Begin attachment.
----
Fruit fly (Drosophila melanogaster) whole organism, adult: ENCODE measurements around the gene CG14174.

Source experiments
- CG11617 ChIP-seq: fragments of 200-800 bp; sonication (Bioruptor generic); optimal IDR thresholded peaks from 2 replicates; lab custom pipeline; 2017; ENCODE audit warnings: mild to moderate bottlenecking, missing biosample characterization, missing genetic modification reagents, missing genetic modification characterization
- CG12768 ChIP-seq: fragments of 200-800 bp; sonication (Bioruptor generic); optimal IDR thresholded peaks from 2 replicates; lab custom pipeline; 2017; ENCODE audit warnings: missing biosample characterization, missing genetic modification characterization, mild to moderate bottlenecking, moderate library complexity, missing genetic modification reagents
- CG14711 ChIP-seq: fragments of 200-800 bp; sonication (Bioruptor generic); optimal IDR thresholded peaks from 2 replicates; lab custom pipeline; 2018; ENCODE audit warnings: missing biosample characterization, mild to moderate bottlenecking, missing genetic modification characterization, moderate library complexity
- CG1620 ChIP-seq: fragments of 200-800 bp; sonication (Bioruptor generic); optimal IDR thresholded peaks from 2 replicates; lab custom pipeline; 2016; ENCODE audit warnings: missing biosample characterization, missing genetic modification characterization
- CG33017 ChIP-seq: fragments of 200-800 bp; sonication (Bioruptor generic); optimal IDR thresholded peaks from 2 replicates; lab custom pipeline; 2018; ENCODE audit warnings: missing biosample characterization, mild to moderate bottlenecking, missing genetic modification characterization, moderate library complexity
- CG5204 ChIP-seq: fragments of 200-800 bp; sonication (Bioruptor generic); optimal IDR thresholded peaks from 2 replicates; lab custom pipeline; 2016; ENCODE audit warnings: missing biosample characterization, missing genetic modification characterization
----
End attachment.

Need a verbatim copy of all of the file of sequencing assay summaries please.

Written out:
Fruit fly (Drosophila melanogaster) whole organism, adult: ENCODE measurements around the gene CG14174.

Source experiments
- CG11617 ChIP-seq: fragments of 200-800 bp; sonication (Bioruptor generic); optimal IDR thresholded peaks from 2 replicates; lab custom pipeline; 2017; ENCODE audit warnings: mild to moderate bottlenecking, missing biosample characterization, missing genetic modification reagents, missing genetic modification characterization
- CG12768 ChIP-seq: fragments of 200-800 bp; sonication (Bioruptor generic); optimal IDR thresholded peaks from 2 replicates; lab custom pipeline; 2017; ENCODE audit warnings: missing biosample characterization, missing genetic modification characterization, mild to moderate bottlenecking, moderate library complexity, missing genetic modification reagents
- CG14711 ChIP-seq: fragments of 200-800 bp; sonication (Bioruptor generic); optimal IDR thresholded peaks from 2 replicates; lab custom pipeline; 2018; ENCODE audit warnings: missing biosample characterization, mild to moderate bottlenecking, missing genetic modification characterization, moderate library complexity
- CG1620 ChIP-seq: fragments of 200-800 bp; sonication (Bioruptor generic); optimal IDR thresholded peaks from 2 replicates; lab custom pipeline; 2016; ENCODE audit warnings: missing biosample characterization, missing genetic modification characterization
- CG33017 ChIP-seq: fragments of 200-800 bp; sonication (Bioruptor generic); optimal IDR thresholded peaks from 2 replicates; lab custom pipeline; 2018; ENCODE audit warnings: missing biosample characterization, mild to moderate bottlenecking, missing genetic modification characterization, moderate library complexity
- CG5204 ChIP-seq: fragments of 200-800 bp; sonication (Bioruptor generic); optimal IDR thresholded peaks from 2 replicates; lab custom pipeline; 2016; ENCODE audit warnings: missing biosample characterization, missing genetic modification characterization